A poignant and engrossing, occasionally harrowing, family memoir.



A former U.S. Army intelligence officer’s story of her East German mother’s flight to the West and of the family she left behind.

Willner was just 5 years old when she first learned that her mother Hanna’s parents lived “behind a curtain” in East Germany. But it would not be until several years later that she would understand that this “curtain” was really a symbol of their political oppression and that Hanna had barely escaped entrapment herself. Her own mother, Oma, had literally pushed her into the arms of the departing American soldiers who had been occupying their hometown. The 17-year-old Hanna soon returned out of concern for her family. But when, after fleeing and returning a second time, she saw how communist ideology was changing her father and destroying the freedom, happiness, and security she had once known, she left, this time barely escaping with her life. Piecing together the story of Hanna’s family from relatives encountered only after the fall of the Berlin Wall in 1989, Willner re-creates an at times painful account of how her aunts, uncles, and especially her grandparents survived a brutal East German dictatorship. Though marked as “politically unreliable” due to Hanna's defection, they never gave up hope that one day they would be reunited. However, the price they paid was high. Willner's grandfather became a target of communist officials, who banished him, his wife, and youngest daughter, born after Hanna's third and final escape, to a tiny farming community to prevent the spread of possible dissent and then forced him to undergo “intensive reeducation training” at a mental hospital. Yet through all the suffering, the family managed to stay together and survive by building a “Family Wall” of love and loyalty against the powerful outside forces they could not control. Thoughtful and informative, Willner’s book not only offers a personal view of the traumatic effects of German partition. It also celebrates the enduring resilience of the human spirit.

A poignant and engrossing, occasionally harrowing, family memoir.

Pub Date: Oct. 4, 2016

ISBN: 978-0-06-241031-3

Page Count: 384

Publisher: Morrow/HarperCollins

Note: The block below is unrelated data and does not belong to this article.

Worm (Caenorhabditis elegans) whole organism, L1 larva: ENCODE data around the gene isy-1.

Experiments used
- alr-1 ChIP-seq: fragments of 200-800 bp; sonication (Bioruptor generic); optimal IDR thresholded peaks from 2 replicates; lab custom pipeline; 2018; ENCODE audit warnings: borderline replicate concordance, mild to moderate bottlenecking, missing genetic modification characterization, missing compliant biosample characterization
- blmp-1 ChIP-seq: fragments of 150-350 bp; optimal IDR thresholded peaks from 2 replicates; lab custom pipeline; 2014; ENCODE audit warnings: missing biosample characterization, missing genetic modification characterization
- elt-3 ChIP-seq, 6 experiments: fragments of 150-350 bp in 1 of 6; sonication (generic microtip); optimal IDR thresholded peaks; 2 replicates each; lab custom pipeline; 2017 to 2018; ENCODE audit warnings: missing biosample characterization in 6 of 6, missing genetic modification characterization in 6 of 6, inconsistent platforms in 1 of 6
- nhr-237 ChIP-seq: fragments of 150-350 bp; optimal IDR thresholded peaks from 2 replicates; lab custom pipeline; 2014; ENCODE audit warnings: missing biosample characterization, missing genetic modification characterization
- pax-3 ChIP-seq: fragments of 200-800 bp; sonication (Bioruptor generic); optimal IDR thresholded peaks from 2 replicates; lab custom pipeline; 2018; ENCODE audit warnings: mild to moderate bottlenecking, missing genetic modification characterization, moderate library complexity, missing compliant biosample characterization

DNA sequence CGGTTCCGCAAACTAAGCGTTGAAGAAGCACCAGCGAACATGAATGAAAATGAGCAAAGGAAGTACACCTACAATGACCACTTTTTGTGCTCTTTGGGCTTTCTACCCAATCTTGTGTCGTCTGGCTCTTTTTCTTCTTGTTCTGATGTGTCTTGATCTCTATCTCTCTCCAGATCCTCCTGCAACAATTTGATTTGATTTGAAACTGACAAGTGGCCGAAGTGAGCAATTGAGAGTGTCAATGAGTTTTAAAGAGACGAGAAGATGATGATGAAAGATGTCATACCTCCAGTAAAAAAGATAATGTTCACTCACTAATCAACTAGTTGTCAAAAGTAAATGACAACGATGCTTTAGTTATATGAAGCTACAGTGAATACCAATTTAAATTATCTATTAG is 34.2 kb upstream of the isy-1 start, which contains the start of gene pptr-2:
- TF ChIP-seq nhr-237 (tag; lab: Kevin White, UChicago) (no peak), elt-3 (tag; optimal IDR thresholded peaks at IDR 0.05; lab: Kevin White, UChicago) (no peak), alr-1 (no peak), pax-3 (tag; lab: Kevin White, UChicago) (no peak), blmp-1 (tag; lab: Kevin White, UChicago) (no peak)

Review Posted Online: Aug. 2, 2016

Kirkus Reviews Issue: Aug. 15, 2016

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If the authors are serious, this is a silly, distasteful book. If they are not, it’s a brilliant satire.


The authors have created a sort of anti-Book of Virtues in this encyclopedic compendium of the ways and means of power.

Everyone wants power and everyone is in a constant duplicitous game to gain more power at the expense of others, according to Greene, a screenwriter and former editor at Esquire (Elffers, a book packager, designed the volume, with its attractive marginalia). We live today as courtiers once did in royal courts: we must appear civil while attempting to crush all those around us. This power game can be played well or poorly, and in these 48 laws culled from the history and wisdom of the world’s greatest power players are the rules that must be followed to win. These laws boil down to being as ruthless, selfish, manipulative, and deceitful as possible. Each law, however, gets its own chapter: “Conceal Your Intentions,” “Always Say Less Than Necessary,” “Pose as a Friend, Work as a Spy,” and so on. Each chapter is conveniently broken down into sections on what happened to those who transgressed or observed the particular law, the key elements in this law, and ways to defensively reverse this law when it’s used against you. Quotations in the margins amplify the lesson being taught. While compelling in the way an auto accident might be, the book is simply nonsense. Rules often contradict each other. We are told, for instance, to “be conspicuous at all cost,” then told to “behave like others.” More seriously, Greene never really defines “power,” and he merely asserts, rather than offers evidence for, the Hobbesian world of all against all in which he insists we live. The world may be like this at times, but often it isn’t. To ask why this is so would be a far more useful project.

If the authors are serious, this is a silly, distasteful book. If they are not, it’s a brilliant satire.

Pub Date: Sept. 1, 1998

ISBN: 0-670-88146-5

Page Count: 430

Publisher: Viking

Review Posted Online: May 20, 2010

Kirkus Reviews Issue: July 15, 1998

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The author's youthfulness helps to assure the inevitable comparison with the Anne Frank diary although over and above the...


Elie Wiesel spent his early years in a small Transylvanian town as one of four children. 

He was the only one of the family to survive what Francois Maurois, in his introduction, calls the "human holocaust" of the persecution of the Jews, which began with the restrictions, the singularization of the yellow star, the enclosure within the ghetto, and went on to the mass deportations to the ovens of Auschwitz and Buchenwald. There are unforgettable and horrifying scenes here in this spare and sombre memoir of this experience of the hanging of a child, of his first farewell with his father who leaves him an inheritance of a knife and a spoon, and of his last goodbye at Buchenwald his father's corpse is already cold let alone the long months of survival under unconscionable conditions. 

The author's youthfulness helps to assure the inevitable comparison with the Anne Frank diary although over and above the sphere of suffering shared, and in this case extended to the death march itself, there is no spiritual or emotional legacy here to offset any reader reluctance.

Pub Date: Jan. 16, 2006

ISBN: 0374500010

Page Count: 120

Publisher: Hill & Wang

Review Posted Online: Oct. 7, 2011

Kirkus Reviews Issue: Jan. 15, 2006

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